Michelle Ann Kratts

A Bird of Passage: My great great grandfather, Angelo Ventresca

In Niagara Deaths, St. Joseph's Cemetery Records, St. Joseph's Church, The Italians of Niagara Falls, New York on November 15, 2012 at 4:58 am

Jillian Maria Kratts visiting her great great great grandparents’ grave at St Joseph’s Cemetery, Niagara Falls

My great great grandfather, Angelo Ventresca, was what was known as a “bird of passage.”  Many Italian men spent most of their lives going back and forth between America and Italy until finally establishing themselves in the New World.  Family tradition says that he made the voyage six times.  One time, he stowed away and was caught.  The sailors meant to throw him overboard but he begged for his life and in the end they pitied him and he survived the trip.  According to the 1910 Census of Niagara Falls, New York, he first entered the United States in 1889, when he was only 13 years old.  I can only imagine the kind of courage (and desperation) that would drive a man to such extreme measures.

My grandmother has told me a few things about her grandfather.  Born in L’Aquila on September 24, 1879, he died in Niagara Falls on December 13, 1946.  He married Adelina Ventresca (probabably a cousin) who also came from L’Aquila.  My grandmother  lived with him (until his death in 1946) and said he worked hard on the Niagara Junction Railroad.  He spoke English better than most of the other Italians and he reveled in figures and math problems in his free time.  Reading the local Italian newspapers was always a part of his  daily routine.  He was loving but harsh when necessary–especially when it came to his daughters (he had five).  My aunt Phil (my great grandmother’s sister) has a few stories that reveal punishments that may be considered severe by today’s standards.  He was fearful of his daughters being alone at night, distrustful of other men’s intentions — especially the wild kinds of men who took advantage of women, which he referred to as “frusciones”.  He had no patience for men who treated women with disrespect.  And there was an incident about some cabbage soup that was unforgettable–even to a 94 year old woman (that will be a story for another day).   Aunt Phil also remembers  how her father bought her a pair of shoes at a great discount.   They didn’t fit no matter how hard she squeazed her feet into them but he would not accept that.  They were also exceptionally ugly and she was embarassed to wear them to school.  She came up with a little plan to switch them on her way….but he was on to her and she was caught and forced to wear the darn shoes until they wore out.  Angelo’s world was bitter and cruel and he knew the only way to survive was to come out on top.  There was no room for error or silliness.  Every day was a fight to the finish and he would be the winner…or at least his children and their children would be winners because he had been strong.

I have tried to piece his life back together with passenger manifests, census records and newspaper articles.  Luckily, my grandmother and aunt have pictures and memories, as well.  But I was surprised when I realized how early he came to Niagara Falls.  The first passenger record I have found is from April of 1893.  Young Angelo, from Bugnara, is on his way to New York from Naples.  There are others from 1896, 1905, 1910 and 1925.  Of course his name is spelled every which way you can imagine.  I had such a difficult time finding him on censuses and then I punched in “Ventry” instead of “Ventresca” and there he was.  “Ventry” was often a common Americanization of the name.I found him as early as 1910 living in a boarding house at 619 14th Street.  Interestingly, there is also a Carmen, Evangio and Vinanzio Ventry living with him and all listed as Italian born laborers.  Hopefully I can find out who these other men are eventually.  He had a brother named, Vinanzio, so perhaps he lived with his brother for some time.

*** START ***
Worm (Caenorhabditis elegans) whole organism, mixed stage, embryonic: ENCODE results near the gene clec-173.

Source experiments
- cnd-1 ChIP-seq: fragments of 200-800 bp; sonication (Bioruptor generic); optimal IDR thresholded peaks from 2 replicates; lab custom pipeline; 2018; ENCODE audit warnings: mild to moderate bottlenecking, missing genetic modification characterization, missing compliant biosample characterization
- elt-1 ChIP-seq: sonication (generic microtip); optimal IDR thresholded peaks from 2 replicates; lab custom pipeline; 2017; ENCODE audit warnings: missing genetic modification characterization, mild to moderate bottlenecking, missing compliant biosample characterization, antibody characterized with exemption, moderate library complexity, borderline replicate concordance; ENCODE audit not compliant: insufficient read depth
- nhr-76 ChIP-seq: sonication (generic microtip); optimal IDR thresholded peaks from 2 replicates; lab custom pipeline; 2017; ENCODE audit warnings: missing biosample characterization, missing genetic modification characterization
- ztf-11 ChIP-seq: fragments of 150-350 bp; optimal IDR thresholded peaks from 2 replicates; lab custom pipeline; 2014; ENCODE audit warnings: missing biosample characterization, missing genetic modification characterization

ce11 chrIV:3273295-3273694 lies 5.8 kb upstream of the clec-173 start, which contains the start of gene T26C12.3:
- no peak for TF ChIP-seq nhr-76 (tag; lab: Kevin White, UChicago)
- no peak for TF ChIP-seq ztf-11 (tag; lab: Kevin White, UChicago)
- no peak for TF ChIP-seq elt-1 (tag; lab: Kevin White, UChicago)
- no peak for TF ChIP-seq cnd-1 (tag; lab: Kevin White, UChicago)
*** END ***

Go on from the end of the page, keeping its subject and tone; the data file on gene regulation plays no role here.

My grandfather’s obituary states that he lived in Niagara Falls for fifty one years.  In other words, he first made a home in this city in 1895–several years before his oldest daughter, my great grandma, was born.  What an odd life he lived!  Of course my great great grandmother was left to take care  of the farm back in Italy and pretty much raised six children on her own.  He would send her money and stop back in the little town of Torre dei Nolfi every now and then.  She would joke that every time he came home in nine months there would be yet another bambino.  They had five daughters:  Clementina, Fioretta, Stella, Antoinetta, and Felicetta.  In 1917, a son, Vittorio, was born to the Ventresca’s.  Ironically, each voyage to America was ultimately represented by another child.

Obituary for Angelo Ventresca

Angelo Ventresca’s passport



Notation of Angelo's death in St. Joseph's register

Notation of Angelo’s death in St. Joseph’s register


  1. Enjoyed coming across your piece. My mother’s side of the family is from Torre Di Nolfi. Basically, there were only four surnames in the town. My mother’s family “Bevilacqua” and “Ventresca” are two of them. I also have Ventrescas in my family. Immigrated to Niagara Falls. Moved to California in the thirties. Family still in Torre Di Nolfi and Pescara. Number of Ventrescas in Canada (Whelan area

    • Ken…thanks so much for the comment! We may be related. Which of your Ventrescas came to Niagara Falls? I have also heard there were only a handful of surnames in Torre Dei Nolfi. And yes, many in Welland, Ontario.

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